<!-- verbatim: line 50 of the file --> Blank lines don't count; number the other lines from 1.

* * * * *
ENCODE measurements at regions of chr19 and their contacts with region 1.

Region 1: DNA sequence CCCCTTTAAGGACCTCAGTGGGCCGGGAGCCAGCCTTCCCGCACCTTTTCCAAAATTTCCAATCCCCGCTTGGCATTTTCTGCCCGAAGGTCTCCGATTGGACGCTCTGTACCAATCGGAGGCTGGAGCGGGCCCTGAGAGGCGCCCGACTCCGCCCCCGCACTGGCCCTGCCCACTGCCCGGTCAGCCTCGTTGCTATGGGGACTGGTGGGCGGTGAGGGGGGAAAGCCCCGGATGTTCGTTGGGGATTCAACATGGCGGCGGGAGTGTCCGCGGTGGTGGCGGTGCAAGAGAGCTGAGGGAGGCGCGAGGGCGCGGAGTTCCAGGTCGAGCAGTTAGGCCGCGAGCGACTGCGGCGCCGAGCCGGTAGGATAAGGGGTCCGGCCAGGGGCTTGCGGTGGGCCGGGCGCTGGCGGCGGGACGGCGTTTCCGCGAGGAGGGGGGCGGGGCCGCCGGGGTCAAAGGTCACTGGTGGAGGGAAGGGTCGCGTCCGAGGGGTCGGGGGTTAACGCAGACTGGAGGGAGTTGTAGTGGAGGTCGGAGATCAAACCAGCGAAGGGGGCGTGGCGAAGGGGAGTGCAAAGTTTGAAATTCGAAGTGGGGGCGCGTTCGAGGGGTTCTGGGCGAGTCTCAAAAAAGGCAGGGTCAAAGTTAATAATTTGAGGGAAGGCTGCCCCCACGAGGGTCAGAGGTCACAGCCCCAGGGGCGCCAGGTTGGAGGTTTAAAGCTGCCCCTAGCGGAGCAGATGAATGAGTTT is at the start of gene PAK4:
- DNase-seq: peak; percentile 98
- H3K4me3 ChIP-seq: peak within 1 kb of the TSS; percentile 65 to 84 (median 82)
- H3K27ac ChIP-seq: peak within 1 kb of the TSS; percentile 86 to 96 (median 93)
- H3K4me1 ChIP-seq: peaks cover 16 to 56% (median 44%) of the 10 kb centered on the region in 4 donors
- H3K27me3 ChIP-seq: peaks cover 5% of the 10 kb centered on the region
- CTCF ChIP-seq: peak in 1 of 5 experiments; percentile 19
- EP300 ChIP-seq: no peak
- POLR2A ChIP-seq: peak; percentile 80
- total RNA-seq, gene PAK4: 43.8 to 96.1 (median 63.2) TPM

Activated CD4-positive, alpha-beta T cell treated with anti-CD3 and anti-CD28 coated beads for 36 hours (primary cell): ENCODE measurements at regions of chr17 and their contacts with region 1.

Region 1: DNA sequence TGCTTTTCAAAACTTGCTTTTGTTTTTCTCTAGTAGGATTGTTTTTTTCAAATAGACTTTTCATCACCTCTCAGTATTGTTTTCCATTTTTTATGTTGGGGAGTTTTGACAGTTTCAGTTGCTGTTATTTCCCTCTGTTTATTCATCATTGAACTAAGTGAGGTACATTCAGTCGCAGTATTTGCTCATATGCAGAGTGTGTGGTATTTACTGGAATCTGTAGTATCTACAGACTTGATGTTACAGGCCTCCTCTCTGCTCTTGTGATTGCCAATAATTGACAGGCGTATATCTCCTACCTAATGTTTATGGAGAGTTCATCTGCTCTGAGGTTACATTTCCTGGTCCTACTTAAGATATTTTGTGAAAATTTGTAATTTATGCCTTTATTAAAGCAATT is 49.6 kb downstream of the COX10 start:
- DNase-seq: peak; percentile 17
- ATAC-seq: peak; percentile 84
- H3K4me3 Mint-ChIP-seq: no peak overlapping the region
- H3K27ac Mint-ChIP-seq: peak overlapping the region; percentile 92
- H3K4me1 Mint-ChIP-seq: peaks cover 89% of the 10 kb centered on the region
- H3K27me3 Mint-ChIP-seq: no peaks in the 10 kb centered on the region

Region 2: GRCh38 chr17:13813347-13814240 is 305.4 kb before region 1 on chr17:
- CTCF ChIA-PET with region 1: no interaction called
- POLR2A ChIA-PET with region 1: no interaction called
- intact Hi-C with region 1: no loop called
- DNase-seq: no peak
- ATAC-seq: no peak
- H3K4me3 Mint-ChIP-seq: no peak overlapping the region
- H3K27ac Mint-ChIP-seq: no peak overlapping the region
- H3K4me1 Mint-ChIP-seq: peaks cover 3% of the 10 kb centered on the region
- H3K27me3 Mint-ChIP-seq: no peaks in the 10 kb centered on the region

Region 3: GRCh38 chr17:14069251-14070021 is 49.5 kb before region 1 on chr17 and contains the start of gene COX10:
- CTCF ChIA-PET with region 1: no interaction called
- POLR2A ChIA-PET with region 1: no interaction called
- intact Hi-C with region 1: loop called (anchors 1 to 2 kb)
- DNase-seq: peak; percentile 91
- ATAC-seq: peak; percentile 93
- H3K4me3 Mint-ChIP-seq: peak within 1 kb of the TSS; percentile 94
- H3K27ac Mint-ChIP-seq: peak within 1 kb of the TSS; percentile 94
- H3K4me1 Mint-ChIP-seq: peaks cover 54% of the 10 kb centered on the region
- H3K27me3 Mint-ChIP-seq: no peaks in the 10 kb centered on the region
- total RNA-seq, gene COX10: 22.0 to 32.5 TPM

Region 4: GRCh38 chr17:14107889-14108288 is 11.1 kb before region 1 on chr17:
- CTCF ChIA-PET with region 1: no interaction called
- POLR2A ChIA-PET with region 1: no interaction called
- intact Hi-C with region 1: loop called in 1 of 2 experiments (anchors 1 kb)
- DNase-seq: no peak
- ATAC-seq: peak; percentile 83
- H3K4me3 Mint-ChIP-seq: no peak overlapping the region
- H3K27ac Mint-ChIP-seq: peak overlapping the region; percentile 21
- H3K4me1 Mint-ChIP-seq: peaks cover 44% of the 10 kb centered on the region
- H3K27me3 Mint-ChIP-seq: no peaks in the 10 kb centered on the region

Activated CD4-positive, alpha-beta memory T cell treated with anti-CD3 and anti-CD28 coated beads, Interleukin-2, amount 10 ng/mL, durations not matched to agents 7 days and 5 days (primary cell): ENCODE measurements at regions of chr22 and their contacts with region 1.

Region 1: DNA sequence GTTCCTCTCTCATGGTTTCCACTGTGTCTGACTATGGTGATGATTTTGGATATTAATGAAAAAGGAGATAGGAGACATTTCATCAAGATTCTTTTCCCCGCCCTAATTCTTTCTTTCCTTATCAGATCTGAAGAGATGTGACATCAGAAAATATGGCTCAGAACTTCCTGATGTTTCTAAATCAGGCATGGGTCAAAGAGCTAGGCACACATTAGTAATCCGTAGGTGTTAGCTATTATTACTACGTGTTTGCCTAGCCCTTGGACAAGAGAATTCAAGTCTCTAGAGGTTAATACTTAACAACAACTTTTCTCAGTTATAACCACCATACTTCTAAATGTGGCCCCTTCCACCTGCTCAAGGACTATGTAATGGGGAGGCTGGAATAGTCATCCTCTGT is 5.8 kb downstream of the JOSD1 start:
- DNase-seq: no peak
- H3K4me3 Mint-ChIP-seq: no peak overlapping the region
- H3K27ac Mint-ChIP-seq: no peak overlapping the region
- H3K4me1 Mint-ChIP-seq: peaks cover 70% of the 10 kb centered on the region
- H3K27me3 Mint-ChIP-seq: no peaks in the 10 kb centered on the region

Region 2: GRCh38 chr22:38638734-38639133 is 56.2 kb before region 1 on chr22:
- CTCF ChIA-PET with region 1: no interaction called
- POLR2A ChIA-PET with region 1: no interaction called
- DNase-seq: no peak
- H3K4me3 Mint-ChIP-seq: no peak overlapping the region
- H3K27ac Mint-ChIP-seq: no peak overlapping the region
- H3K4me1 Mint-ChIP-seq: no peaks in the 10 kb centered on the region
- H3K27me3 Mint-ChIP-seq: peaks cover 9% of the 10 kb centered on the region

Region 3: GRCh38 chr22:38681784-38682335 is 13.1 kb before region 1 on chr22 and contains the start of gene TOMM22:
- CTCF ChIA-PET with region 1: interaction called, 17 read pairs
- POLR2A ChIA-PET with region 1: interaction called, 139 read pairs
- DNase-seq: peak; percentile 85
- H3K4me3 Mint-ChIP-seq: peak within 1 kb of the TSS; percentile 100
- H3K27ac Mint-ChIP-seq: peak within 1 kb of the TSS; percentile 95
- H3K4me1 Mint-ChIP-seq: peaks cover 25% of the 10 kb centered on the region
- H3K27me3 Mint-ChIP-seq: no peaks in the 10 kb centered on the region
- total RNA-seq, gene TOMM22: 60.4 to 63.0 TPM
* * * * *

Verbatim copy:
- H3K27me3 Mint-ChIP-seq: no peaks in the 10 kb centered on the region